Popko Wiersma, Mark A. Chappell, Joseph B. Williams (2007). Cold- and exercise-induced peak metabolic rates in tropical birds. In press, Proceedings of the National Academy of Sicences USA.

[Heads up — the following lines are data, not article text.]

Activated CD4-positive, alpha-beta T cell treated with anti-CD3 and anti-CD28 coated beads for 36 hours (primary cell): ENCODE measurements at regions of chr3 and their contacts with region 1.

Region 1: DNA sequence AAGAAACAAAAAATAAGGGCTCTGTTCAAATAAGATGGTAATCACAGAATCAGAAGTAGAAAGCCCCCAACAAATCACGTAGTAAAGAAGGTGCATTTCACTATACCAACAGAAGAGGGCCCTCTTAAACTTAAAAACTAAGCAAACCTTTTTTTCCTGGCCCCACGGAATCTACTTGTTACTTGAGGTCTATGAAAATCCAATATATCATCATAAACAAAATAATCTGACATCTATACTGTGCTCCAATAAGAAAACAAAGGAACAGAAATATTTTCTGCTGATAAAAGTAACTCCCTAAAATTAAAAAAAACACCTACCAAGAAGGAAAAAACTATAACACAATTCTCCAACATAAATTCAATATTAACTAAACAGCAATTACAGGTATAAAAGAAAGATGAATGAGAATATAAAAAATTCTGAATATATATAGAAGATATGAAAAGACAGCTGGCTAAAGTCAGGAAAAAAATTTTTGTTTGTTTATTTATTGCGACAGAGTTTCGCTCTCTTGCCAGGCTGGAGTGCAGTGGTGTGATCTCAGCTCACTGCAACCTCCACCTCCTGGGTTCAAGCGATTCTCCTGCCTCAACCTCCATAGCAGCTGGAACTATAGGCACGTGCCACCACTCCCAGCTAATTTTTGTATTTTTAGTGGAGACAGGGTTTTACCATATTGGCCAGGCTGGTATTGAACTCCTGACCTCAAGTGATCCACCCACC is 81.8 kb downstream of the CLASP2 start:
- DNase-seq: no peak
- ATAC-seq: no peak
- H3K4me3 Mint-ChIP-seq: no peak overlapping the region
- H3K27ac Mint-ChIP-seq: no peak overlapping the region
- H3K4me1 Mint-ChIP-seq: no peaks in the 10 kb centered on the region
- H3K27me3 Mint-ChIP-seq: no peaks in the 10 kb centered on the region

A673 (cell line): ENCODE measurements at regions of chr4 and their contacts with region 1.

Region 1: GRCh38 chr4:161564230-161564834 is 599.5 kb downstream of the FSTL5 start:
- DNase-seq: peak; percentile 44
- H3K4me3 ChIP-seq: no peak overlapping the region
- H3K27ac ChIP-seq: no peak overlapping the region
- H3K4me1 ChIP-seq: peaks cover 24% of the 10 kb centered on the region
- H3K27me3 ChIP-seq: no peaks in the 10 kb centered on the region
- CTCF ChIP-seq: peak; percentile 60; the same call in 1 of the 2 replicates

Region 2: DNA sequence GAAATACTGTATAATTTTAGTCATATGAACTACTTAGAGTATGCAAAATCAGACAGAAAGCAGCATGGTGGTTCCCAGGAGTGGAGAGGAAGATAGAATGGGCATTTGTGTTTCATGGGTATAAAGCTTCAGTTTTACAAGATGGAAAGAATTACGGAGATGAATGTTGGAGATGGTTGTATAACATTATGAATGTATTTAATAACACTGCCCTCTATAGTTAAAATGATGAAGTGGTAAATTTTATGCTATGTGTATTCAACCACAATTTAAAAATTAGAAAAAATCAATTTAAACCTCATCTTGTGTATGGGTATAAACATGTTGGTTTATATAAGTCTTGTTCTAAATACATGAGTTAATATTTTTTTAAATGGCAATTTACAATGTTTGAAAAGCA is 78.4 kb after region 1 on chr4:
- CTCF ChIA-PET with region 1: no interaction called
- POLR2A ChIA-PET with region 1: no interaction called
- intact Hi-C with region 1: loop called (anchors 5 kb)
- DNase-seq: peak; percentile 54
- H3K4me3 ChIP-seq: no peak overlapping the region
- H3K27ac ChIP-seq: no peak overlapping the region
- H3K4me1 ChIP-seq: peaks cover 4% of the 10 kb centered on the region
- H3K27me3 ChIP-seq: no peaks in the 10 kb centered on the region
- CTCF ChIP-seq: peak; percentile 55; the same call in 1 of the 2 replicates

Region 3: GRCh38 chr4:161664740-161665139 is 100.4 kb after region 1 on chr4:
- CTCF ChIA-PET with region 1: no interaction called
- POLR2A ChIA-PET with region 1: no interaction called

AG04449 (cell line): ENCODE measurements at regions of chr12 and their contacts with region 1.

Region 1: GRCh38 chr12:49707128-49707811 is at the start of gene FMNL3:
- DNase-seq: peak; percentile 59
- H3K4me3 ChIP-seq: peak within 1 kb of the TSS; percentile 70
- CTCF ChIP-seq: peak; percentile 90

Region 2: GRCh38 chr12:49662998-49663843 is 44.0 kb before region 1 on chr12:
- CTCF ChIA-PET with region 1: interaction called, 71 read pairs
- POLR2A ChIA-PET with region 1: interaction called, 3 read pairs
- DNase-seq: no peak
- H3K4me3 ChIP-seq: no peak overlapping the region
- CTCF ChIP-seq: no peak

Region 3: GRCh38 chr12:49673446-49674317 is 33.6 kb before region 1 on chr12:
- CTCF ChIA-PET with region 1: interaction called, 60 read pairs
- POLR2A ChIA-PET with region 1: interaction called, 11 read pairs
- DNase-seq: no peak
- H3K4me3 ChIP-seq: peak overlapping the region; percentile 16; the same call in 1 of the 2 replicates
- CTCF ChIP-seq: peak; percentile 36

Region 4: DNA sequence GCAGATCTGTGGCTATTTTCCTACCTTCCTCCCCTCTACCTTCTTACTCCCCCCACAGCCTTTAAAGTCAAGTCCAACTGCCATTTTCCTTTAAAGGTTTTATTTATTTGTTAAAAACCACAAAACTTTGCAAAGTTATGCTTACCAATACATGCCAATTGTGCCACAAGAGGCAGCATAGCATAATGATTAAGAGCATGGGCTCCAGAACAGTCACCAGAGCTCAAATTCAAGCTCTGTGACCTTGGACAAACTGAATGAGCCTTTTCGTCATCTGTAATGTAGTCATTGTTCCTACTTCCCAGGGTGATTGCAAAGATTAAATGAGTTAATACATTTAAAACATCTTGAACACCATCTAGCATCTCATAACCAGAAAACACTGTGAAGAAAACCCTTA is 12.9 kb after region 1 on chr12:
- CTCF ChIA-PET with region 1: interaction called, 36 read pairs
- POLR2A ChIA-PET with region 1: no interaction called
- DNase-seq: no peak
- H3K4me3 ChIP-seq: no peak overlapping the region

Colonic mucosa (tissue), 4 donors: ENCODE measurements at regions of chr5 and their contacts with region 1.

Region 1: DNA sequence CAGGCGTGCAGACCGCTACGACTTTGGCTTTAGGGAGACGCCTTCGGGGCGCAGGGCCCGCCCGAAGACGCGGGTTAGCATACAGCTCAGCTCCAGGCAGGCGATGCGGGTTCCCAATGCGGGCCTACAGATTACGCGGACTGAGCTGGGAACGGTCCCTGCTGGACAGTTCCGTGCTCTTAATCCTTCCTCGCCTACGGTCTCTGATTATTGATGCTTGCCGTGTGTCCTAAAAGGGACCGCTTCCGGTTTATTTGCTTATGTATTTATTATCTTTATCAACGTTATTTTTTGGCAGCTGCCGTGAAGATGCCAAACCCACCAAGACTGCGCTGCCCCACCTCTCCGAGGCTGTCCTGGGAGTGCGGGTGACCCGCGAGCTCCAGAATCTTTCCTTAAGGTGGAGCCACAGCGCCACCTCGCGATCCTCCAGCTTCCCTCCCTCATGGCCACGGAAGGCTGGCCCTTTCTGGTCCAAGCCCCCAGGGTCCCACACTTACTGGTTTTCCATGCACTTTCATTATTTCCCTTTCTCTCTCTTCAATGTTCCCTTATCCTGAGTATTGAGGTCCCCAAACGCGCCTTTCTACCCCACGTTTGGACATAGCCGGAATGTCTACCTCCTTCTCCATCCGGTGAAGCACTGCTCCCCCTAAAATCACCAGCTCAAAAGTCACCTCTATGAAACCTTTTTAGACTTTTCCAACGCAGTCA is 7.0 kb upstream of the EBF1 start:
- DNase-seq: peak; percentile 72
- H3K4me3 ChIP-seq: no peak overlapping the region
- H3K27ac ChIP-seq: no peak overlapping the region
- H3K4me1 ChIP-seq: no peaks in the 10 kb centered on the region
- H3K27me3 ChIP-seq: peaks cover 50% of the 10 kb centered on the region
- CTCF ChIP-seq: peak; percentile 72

ABSTRACT -- Compared with temperate birds, tropical birds have low reproductive rates, slow development as nestlings, and long life spans. These "slow" life history traits are thought to be associated with reduced energy expenditure, or a slow "pace of life". To test predictions from this hypothesis, we measured exercise-induced peak metabolic rates (PMRE) in 45 species of tropical lowland forest birds and compared these data with PMRE for three temperate species. We also compared cold- induced PMR (PMRC) with PMRE in the same individuals of 19 tropical species. Tropical birds had a 39% lower PMRE than did the temperate species. In tropical birds, PMRC and PMRE scaled similarly with body mass (Mb), but PMRE was 47% higher than PMRC. PMRE averaged 6.44 * BMR and PMRC 4.52 * BMR. The slope of the equation relating PMRE to Mb exceeded the slope for the equation for BMR vs Mb, whereas slopes for the equations of PMRC and BMR vs Mb did not differ. Mb residuals of PMRE were positively correlated with residual BMR, whereas residual PMRC and residual BMR were not correlated. PMRE and PMRC were not correlated after we corrected for Mb. Temperate birds maintained their body temperature at an 8.6 °C lower average air temperature than did tropical species. The lower PMRE values in tropical species suggest that their suit of life history traits on the slow end of the life history continuum are associated with reduced metabolic rates.